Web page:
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Kolon’s minority shareholders demand over ₩25 billion in damage
  • By Jeong Sae-im
  • Published 2019.06.03 14:53
  • Updated 2019.06.03 16:06
  • comments 0

Minority shareholders of Kolon Life Science and its subsidiary Kolon TissueGene are pursuing more than 25 billion won ($211.5 million) compensation for their investment losses. They argue the damage was incurred by the suspension of osteoarthritis gene therapy Invossa-K following the mislabeling of the drug’s ingredient.

On May 27, Jeil, a law firm, moved first to file a claim of compensation for damage of about 6.5 billion won, representing 142 shareholders of Kolon TissueGene. The law firm’s suit is against nine entities or people, including Kolon TissueGene, Kolon TissueGene CEO Lee Woo-sok, and former Kolon Group Chairman Lee Woong-yeol.

On May 31, another law firm, Hannuri Law, followed suit to fight against six entities or people, representing 294 shareholders of Kolon TissueGene for 9.3 billion won compensation.

A third law firm, Hankyul, is receiving applications for damage compensation by June 15 from investors who bought shares of Kolon Life Science and Kolon TissueGene. To date, over 300 investors have joined the lawsuit, and they are expected to demand over 10 billion won compensation.

Joining the trio is Oh Kims Law, which is also collecting investors of the two firms until mid-July for a similar lawsuit.

“Kolon TissueGene and Kolon Life Science deceived the Ministry of Food and Drug Safety to obtain the sales license of Invossa, promoted it as if it legitimately developed it as the world’s first knee osteoarthritis gene therapy, and recruited goodwill investors,” a lawyer at Oh Kims said.

“We are filing a joint lawsuit of shareholders (against Kolon) to ask for liability for false statements including a business report, under Article 1 of the Financial Investment Services and Capital Markets Act.”

Damage compensations demanded by the shareholders grew rapidly, especially after the two companies were revealed to have provided false information in public disclosure even though the companies had known that they had a drug ingredient labeling error.

The law recognizes a liability for damages if the company deliberately or mistakenly omitted a significant piece of information that may have affected the investment.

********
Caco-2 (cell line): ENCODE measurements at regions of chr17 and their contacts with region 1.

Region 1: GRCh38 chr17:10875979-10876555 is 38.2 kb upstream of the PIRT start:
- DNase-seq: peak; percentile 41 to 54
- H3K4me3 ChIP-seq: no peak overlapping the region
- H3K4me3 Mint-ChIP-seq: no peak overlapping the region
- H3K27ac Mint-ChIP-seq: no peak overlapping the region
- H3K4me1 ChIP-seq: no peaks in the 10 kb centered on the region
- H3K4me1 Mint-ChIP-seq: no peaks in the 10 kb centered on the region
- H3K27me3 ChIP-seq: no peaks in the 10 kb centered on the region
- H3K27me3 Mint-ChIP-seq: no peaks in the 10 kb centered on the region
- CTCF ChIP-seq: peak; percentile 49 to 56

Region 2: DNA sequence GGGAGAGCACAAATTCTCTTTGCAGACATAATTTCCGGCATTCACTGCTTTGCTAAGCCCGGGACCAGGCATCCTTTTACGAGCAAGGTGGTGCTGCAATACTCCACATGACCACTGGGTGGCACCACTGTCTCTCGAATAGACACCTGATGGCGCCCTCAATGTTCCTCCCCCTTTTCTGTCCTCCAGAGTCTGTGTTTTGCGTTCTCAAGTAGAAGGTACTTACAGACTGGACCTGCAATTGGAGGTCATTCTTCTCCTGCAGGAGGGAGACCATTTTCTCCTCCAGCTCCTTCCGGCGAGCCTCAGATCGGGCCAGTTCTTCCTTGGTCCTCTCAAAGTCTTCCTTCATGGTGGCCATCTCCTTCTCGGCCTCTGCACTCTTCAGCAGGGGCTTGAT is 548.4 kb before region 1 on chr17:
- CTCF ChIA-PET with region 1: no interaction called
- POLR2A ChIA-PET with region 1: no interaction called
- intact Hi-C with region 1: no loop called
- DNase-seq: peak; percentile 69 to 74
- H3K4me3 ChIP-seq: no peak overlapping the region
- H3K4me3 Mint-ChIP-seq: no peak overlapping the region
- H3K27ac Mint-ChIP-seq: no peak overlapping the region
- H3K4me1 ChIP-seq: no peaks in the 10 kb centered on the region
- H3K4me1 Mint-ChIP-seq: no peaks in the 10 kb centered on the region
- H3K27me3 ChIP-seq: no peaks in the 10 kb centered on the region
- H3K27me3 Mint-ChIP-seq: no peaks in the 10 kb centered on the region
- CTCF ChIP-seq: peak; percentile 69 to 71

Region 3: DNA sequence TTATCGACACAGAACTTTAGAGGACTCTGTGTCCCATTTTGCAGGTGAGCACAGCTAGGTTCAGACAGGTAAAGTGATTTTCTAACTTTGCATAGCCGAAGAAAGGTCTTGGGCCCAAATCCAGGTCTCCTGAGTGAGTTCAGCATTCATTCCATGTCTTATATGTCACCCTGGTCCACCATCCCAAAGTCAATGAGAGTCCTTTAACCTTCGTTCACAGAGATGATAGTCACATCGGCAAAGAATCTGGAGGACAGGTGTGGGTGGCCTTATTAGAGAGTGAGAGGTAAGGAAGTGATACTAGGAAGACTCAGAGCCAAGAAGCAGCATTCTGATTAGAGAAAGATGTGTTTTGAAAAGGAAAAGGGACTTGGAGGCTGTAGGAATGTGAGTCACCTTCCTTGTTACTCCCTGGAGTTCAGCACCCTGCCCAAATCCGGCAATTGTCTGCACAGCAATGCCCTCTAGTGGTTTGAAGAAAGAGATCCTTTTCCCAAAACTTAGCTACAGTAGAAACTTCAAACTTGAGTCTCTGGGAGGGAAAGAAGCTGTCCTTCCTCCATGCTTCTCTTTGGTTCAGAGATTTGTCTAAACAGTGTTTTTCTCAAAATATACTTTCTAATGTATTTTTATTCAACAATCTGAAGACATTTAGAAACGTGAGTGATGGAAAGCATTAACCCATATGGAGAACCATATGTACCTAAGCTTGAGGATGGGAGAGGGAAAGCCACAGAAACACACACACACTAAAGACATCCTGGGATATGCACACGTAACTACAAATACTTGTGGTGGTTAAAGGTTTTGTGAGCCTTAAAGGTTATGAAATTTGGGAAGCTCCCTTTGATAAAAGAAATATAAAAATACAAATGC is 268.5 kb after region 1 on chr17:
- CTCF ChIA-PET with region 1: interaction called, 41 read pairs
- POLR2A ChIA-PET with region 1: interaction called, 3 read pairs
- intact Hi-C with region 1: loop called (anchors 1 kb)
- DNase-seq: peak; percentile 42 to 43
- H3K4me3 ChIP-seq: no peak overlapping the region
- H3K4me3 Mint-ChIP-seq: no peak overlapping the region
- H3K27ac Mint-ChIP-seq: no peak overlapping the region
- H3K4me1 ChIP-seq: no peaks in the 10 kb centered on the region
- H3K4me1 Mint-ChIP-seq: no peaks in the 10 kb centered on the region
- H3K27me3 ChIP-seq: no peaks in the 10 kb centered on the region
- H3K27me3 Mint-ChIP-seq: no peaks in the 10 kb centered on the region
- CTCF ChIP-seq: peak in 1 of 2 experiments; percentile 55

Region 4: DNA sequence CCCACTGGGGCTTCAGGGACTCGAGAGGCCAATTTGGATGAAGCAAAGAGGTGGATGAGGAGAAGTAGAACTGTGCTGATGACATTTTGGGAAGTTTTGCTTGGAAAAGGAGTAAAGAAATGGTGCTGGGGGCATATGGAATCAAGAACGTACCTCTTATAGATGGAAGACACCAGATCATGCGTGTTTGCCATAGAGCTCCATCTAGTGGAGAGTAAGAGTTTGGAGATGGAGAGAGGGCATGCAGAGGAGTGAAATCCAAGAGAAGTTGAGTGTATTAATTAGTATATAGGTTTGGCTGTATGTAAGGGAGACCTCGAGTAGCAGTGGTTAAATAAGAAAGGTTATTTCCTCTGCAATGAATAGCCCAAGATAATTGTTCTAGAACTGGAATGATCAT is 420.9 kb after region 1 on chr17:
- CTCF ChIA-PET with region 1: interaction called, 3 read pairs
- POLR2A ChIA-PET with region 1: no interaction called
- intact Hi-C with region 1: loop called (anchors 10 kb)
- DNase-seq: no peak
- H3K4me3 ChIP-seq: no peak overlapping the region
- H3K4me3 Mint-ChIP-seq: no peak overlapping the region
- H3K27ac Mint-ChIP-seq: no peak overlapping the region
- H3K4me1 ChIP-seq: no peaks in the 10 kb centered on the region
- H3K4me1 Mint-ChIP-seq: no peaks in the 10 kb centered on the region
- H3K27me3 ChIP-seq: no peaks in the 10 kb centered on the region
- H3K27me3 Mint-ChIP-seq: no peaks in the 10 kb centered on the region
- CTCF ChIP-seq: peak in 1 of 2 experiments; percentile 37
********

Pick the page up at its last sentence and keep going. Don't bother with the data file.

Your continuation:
As the probability that the company intentionally hid the mislabeling went up, shareholders are increasingly confident about winning their case.

Kim Kwang-joong, an attorney at Hankyul, said in an interview with Korea Biomedical Review on May 23 that the shareholders were highly likely to win the lawsuit because Kolon Life Science omitted a public disclosure that Kolon TissueGene had known the mislabeling of the ingredient in March 2017.

In the wake of the Invossa suspension, stock prices of Kolon Life Science and Kolon TissueGene kept plummeting. Kolon Life Science, which was around 75,200 won per share before the suspension, plunged by 71 percent to 21,800 won on May 31. The market capitalization of Kolon Life Science shrank from 858.2 billion won to 248.8 billion won during the cited period.

The value of Kolon Life Science's minority shareholders (59.23 percent as of the end of March) has decreased by 360 billion won from 508.4 billion won.

During the same period, Kolon TissueGene shares also nosedived 76.7 percent from 34,450 won to 8,010 won. The market cap went down by 1.6 trillion won from 2.1 trillion won to 489.5 billion won.

The value of stocks owned by Kolon TissueGene’s minority shareholders (36.66 percent as of late last year) dropped from 778 billion won to 180.9 billion won.

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<© Korea Biomedical Review, All rights reserved.>

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